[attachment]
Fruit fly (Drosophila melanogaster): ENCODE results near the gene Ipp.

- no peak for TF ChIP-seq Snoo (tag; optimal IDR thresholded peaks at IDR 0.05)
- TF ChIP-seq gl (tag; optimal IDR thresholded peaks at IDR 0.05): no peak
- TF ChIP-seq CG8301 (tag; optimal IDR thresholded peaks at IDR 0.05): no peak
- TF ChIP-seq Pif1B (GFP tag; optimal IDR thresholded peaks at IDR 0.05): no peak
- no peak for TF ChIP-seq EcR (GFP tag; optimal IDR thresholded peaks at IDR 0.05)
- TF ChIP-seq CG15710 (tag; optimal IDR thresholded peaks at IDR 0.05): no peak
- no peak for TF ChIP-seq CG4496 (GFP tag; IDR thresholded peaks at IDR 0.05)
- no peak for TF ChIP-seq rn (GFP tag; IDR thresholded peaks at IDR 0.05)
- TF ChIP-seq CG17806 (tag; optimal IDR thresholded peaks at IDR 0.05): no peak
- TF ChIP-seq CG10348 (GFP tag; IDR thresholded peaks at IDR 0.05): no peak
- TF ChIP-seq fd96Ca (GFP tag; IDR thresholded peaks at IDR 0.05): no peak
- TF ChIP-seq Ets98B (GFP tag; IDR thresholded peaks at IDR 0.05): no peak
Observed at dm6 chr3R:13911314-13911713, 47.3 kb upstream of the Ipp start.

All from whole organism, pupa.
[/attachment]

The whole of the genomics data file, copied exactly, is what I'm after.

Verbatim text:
Fruit fly (Drosophila melanogaster): ENCODE results near the gene Ipp.

- no peak for TF ChIP-seq Snoo (tag; optimal IDR thresholded peaks at IDR 0.05)
- TF ChIP-seq gl (tag; optimal IDR thresholded peaks at IDR 0.05): no peak
- TF ChIP-seq CG8301 (tag; optimal IDR thresholded peaks at IDR 0.05): no peak
- TF ChIP-seq Pif1B (GFP tag; optimal IDR thresholded peaks at IDR 0.05): no peak
- no peak for TF ChIP-seq EcR (GFP tag; optimal IDR thresholded peaks at IDR 0.05)
- TF ChIP-seq CG15710 (tag; optimal IDR thresholded peaks at IDR 0.05): no peak
- no peak for TF ChIP-seq CG4496 (GFP tag; IDR thresholded peaks at IDR 0.05)
- no peak for TF ChIP-seq rn (GFP tag; IDR thresholded peaks at IDR 0.05)
- TF ChIP-seq CG17806 (tag; optimal IDR thresholded peaks at IDR 0.05): no peak
- TF ChIP-seq CG10348 (GFP tag; IDR thresholded peaks at IDR 0.05): no peak
- TF ChIP-seq fd96Ca (GFP tag; IDR thresholded peaks at IDR 0.05): no peak
- TF ChIP-seq Ets98B (GFP tag; IDR thresholded peaks at IDR 0.05): no peak
Observed at dm6 chr3R:13911314-13911713, 47.3 kb upstream of the Ipp start.

All from whole organism, pupa.